Sunday, July 24, 2016

Corrizo Plain, CA

We are off a week after Easter in search of wildflowers which the news reporters say are in abundance this year after the El Nino rains. Packing, as usual, takes longer than we expect so we leave later on a Thursday afternoon. Our first stop is to camp close-by at Pinnacles National Park.
The fertile field and green spring hills surrounding the Pajaro Valley

We drive towards Hollister, famous for it's 4th of July motorcycle rally. This rally started in the 1930's, but became infamous in 1947 when a large riotous crowd terrorized the town giving rise to the outlaw biker image spawning the 1953 movie The Wild One staring Marlon Brando and probably even the 1969 movie Easy Rider staring Peter Fonda and Dennis Hopper as well as a host of others.  The Independence Day Biker rally still continues to the present time.  However, even though the crowds have grown, most of the bad boy bikers have mellowed with age and simply aren't the wild ones anymore. Besides, Harley's are costly these days with the average buyer in their 40's working a real job and a family to support. Not to say outlaw biker gangs don't exist anymore, they do, but they are more of an endangered species (but that doesn't stop Hollywood eking out a little more mileage from the genre -  like the recent TV series Sons of Anarchy).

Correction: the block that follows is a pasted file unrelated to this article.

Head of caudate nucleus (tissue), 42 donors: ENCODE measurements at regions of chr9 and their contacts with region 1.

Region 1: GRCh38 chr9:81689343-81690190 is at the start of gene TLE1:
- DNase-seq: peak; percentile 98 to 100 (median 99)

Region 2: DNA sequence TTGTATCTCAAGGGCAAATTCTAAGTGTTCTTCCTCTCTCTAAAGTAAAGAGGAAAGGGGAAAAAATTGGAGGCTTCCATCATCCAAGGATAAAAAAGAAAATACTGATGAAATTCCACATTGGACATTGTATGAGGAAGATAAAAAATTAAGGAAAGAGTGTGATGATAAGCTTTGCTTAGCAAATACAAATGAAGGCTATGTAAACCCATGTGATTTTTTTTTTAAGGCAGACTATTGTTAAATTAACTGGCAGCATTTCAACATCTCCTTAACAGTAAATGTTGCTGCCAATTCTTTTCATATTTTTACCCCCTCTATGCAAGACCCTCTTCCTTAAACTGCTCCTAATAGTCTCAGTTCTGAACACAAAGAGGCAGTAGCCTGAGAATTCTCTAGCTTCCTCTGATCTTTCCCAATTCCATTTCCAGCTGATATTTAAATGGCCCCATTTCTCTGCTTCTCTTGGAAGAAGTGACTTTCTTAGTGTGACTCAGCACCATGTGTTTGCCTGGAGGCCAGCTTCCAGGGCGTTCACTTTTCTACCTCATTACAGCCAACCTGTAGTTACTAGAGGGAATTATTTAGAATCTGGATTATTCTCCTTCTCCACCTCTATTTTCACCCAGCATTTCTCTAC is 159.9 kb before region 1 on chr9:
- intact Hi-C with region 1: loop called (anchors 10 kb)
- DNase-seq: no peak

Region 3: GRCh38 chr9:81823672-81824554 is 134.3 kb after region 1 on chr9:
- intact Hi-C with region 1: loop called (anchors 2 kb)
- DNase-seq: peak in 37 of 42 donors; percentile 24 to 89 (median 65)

Before reaching Hollister, we cut south on Hwy 25, also known as the Airline Highway, which got its name before the advent of modern airplane navigational systems. In those early days, pilots followed known roads on the ground below to get to their destinations. Pilots flying north/south between San Francisco and Los Angeles would use Hwy 25 as a marker to make sure they were on course. We like this less traveled road because of light traffic, it's scenic beauty and the fact it generally follows the San Andres Fault.
The 19th Hole in Tres Pinos